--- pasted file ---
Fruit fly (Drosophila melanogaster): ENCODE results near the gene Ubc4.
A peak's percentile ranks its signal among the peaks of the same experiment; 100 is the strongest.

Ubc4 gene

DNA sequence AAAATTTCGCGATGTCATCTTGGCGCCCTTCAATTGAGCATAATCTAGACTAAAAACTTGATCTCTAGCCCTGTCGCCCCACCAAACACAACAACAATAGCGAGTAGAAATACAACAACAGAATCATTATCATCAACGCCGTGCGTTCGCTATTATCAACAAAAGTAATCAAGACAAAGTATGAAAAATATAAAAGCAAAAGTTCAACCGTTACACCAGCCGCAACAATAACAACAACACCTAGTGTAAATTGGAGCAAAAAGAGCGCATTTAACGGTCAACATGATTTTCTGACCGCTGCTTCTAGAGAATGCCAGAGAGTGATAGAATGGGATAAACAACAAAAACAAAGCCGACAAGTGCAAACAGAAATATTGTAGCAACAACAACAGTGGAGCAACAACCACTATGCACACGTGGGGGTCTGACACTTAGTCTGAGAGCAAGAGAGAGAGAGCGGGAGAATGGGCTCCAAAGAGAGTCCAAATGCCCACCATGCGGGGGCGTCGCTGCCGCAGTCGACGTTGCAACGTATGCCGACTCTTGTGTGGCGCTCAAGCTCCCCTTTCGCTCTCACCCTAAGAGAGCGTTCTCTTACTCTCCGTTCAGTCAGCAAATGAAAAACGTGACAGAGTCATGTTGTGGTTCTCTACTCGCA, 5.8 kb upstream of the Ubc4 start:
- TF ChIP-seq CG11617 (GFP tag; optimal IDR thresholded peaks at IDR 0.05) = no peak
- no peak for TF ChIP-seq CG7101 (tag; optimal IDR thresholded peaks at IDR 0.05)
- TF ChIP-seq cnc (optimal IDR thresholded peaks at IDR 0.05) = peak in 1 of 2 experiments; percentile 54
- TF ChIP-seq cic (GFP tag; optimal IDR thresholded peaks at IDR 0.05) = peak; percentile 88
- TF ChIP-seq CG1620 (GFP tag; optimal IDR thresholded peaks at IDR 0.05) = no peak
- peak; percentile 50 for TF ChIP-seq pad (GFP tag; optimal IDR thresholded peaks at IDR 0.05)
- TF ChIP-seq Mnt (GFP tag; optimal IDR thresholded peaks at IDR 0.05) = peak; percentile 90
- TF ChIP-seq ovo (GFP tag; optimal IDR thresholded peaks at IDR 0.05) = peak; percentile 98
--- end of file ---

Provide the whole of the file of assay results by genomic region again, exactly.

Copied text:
Fruit fly (Drosophila melanogaster): ENCODE results near the gene Ubc4.
A peak's percentile ranks its signal among the peaks of the same experiment; 100 is the strongest.

Ubc4 gene

DNA sequence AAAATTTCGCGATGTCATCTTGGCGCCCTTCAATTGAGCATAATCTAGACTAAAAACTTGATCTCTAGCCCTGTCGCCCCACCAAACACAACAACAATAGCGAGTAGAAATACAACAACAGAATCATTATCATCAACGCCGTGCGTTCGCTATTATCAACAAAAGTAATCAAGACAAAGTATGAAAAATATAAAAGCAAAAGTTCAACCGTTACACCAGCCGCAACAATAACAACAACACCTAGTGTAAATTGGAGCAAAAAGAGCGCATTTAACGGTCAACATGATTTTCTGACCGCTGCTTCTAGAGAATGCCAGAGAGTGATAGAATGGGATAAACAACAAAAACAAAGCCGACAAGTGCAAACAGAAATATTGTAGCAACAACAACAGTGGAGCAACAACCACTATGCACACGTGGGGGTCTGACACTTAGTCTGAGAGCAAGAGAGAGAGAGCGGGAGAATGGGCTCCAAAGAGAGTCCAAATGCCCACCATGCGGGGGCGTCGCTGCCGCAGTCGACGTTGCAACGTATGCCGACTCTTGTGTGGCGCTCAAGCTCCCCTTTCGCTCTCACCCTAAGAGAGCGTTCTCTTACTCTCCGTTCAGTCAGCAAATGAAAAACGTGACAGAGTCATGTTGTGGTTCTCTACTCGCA, 5.8 kb upstream of the Ubc4 start:
- TF ChIP-seq CG11617 (GFP tag; optimal IDR thresholded peaks at IDR 0.05) = no peak
- no peak for TF ChIP-seq CG7101 (tag; optimal IDR thresholded peaks at IDR 0.05)
- TF ChIP-seq cnc (optimal IDR thresholded peaks at IDR 0.05) = peak in 1 of 2 experiments; percentile 54
- TF ChIP-seq cic (GFP tag; optimal IDR thresholded peaks at IDR 0.05) = peak; percentile 88
- TF ChIP-seq CG1620 (GFP tag; optimal IDR thresholded peaks at IDR 0.05) = no peak
- peak; percentile 50 for TF ChIP-seq pad (GFP tag; optimal IDR thresholded peaks at IDR 0.05)
- TF ChIP-seq Mnt (GFP tag; optimal IDR thresholded peaks at IDR 0.05) = peak; percentile 90
- TF ChIP-seq ovo (GFP tag; optimal IDR thresholded peaks at IDR 0.05) = peak; percentile 98